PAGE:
With continued reference to FIG. 2, the processor 110 uses the RF interface 105 to communicate with one or more RFID tags. The RF interface 105 includes an RF transmitter 140 and an RF receiver 135 that both support multiple RF channels used to communicate with the RFID tag. The RF transmitter 140 and the RF receiver 135 are connected to the antenna 130 and use the antenna 130 to transmit and receive signals to and from the RFID tag. In some embodiments, multiple antennas are used to improve the range and functionality for communicating with RFID tags. Since the signal from the passive RFID tag is too weak, the object located between the RFID tag and the antenna 130 acts as a shield and prevents the weak RF response signal from reaching the antenna 130. An RFID system comprising two or more antennas increases the probability that an RF response signal from an RFID tag will be received by at least one of the system's antennas. Therefore, the additional antenna increases the range 45 and increases the reliability of the RFID device 15.

  The RFID device 15 can receive only one RF response signal per RF channel at a time. In a multi-tag environment where multiple RFID tags are located within range 45 of RFID device 15 at any given time, a collision occurs when two or more RFID tags respond simultaneously. If a collision occurs, all data is lost. This is because the signal cannot be understood. In order to avoid collisions, the RFID device 15 must integrate each RFID tag within range 45 of the RFID device 15. RFID tag integration occurs when the RFID device 15 can only identify and communicate with only one RFID tag at a time. The integration process includes setting the RFID device 15 and supplying protocol parameters to all RFID tags within range 45. The RFID tag then uses the parameters to determine the appropriate time and channel to use when communicating with the RFID device 15. If the parameters are set correctly, the RFID device 15 succeeds in integrating all the RFID tags within the range 45. If the parameters are not set correctly, collisions may occur between RFID tags and integration may take a long time or may not occur at all.

  EPCglobal Inc (TM) is an international organization that has established any standard that regulates certain aspects of RFID systems. One standard from this organization is “EPC ™ Radio Frequency Identification Protocol Class 1, Second Generation UHF RFID Protocol, Version, for communication at 860 MHz to 960 MHz, which is incorporated herein by reference. 1.0.9 "and includes guidelines for the operation of RFID devices and tags. Devices that meet the requirements of this standard are called class 1, second generation RFID devices. RFID device 15 conforms to standards for class 1, second generation RFID devices, but in other embodiments, RFID device 15 conforms to other RFID standards for passive and / or active RFID tags.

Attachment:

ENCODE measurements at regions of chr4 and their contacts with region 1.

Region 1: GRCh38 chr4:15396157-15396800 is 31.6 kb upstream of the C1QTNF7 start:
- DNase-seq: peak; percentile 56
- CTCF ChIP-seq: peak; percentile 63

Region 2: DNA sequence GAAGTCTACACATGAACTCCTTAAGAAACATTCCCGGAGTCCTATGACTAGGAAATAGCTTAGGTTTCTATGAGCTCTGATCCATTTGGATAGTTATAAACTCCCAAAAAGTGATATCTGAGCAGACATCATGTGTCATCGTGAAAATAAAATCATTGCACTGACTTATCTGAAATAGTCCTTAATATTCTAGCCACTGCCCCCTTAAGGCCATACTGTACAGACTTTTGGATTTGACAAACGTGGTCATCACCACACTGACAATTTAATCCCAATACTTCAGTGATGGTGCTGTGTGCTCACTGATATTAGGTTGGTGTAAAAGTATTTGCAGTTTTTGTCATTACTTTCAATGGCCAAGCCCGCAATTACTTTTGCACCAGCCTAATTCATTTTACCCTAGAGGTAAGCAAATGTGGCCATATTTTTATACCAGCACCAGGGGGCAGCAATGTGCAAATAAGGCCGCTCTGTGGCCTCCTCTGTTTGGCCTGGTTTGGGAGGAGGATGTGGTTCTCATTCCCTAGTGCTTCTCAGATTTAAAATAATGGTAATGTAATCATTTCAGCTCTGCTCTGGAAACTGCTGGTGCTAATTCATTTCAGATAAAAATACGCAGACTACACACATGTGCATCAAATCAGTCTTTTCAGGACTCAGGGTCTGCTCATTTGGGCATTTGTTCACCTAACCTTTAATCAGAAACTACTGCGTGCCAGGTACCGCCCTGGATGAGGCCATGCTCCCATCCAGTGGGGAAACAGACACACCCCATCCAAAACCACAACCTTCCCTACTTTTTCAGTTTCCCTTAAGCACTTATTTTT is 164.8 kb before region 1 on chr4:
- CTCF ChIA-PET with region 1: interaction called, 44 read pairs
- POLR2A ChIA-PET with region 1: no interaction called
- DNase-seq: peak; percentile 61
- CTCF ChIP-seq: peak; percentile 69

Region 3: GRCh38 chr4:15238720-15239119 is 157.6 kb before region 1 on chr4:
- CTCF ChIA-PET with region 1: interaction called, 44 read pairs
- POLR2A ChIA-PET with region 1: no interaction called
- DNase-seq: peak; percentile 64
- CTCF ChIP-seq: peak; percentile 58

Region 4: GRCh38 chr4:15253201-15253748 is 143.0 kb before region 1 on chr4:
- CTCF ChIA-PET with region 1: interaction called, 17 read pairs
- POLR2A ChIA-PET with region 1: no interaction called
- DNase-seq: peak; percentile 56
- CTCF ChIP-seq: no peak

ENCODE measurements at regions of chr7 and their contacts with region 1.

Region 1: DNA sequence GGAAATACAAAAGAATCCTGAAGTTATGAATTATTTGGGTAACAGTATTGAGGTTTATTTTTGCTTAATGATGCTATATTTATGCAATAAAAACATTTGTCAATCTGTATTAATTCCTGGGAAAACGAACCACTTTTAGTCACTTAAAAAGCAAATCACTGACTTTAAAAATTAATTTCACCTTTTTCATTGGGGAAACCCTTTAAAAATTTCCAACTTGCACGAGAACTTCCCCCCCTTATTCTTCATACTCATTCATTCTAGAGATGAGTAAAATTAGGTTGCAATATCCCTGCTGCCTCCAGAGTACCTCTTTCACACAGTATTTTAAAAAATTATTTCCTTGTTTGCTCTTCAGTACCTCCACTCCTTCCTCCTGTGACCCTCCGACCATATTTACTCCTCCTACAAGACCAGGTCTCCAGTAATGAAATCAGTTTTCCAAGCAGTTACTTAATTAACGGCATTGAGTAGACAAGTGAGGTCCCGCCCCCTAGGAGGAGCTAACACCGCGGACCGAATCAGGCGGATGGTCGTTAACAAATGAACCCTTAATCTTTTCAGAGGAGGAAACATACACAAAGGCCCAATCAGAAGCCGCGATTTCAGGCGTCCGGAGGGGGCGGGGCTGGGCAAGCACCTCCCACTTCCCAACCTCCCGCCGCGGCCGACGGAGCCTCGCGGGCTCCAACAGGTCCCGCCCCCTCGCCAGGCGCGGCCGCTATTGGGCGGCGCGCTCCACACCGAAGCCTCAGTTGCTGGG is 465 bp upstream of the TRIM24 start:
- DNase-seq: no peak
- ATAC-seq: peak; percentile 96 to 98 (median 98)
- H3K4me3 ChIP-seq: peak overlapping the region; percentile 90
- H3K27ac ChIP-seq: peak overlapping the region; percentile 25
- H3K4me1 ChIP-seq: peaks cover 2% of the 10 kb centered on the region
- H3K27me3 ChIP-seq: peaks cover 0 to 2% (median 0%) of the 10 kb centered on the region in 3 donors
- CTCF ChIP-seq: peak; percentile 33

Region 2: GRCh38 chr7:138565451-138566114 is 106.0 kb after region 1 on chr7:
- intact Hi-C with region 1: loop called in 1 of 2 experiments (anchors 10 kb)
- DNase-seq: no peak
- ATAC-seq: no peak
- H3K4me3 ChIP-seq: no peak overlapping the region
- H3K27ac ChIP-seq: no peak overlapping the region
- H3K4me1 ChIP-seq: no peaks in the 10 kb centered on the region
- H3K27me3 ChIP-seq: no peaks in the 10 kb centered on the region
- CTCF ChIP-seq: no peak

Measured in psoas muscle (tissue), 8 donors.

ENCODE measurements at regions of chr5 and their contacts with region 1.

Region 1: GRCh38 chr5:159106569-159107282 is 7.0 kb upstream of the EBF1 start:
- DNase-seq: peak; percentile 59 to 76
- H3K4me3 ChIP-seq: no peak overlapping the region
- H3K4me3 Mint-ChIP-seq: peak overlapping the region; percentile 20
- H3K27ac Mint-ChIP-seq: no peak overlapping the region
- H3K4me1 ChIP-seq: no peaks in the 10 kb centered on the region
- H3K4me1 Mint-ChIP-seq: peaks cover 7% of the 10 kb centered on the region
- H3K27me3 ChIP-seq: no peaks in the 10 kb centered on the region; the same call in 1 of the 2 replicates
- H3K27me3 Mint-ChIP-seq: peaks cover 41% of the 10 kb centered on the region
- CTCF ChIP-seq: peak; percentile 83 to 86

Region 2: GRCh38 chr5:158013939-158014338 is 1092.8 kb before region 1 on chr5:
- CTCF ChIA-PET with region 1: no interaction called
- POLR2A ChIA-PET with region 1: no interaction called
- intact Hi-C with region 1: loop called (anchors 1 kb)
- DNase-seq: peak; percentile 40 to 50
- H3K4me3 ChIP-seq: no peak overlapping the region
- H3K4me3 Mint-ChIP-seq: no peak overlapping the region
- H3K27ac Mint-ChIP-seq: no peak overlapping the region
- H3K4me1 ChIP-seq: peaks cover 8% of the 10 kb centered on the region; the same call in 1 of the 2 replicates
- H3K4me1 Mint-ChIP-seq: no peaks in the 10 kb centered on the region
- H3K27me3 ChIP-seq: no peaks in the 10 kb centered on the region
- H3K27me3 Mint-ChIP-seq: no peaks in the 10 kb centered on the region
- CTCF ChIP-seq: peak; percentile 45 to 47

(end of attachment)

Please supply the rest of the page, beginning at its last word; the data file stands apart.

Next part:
The EPCglobal Inc ™ standard for Class 1, second generation RFID systems defines a set of protocol parameters that affect the performance and accuracy of RFID devices when integrating RFID tags in an RFID system. . Protocol parameters include: 1) “Q” to set the number of slots in the round; 2) “DR” to set the T => R link frequency (TRcal split ratio); 3) Interrogation signal Or “SEL” to select a tag that responds to the command; “SESSION” to select a session for the inventory round; and 5) Select whether or not the tag whose inventory flag is A or B participates in the inventory round. “TARGET”. The purpose of the protocol parameter is to prevent multiple simultaneous tag responses (ie, collisions) to the interrogation signal from the RFID device 15. Protocol parameters are broadcast to all tags within range of RFID device 15 during the interrogation process.

The “Q” configurable protocol parameter identifies the number of time slots that can be used for the tag to respond to the interrogation signal. Each tag requires one time slot to respond to the interrogation signal from the RFID device 15. If Q is set to 1, all tags within the range of the RFID device will send their responses to the interrogation signal in the same time slot. If there are multiple tags within the range of the RFID device, the tags will all transmit their responses within the same time slot and a collision will occur. To prevent all possible collisions, Q can be set to a maximum value of 32,768 (2 15 ). While this can prevent collisions, the throughput performance of the RFID system is greatly reduced. This is because 32,768 time slots are required to integrate the tags. Therefore, to maximize throughput while reducing or eradicating collisions, it is desirable to use a smaller value for “Q” when the number of tags is small, and when the number of tags is large. It is desirable to use a larger value as the value of “Q”.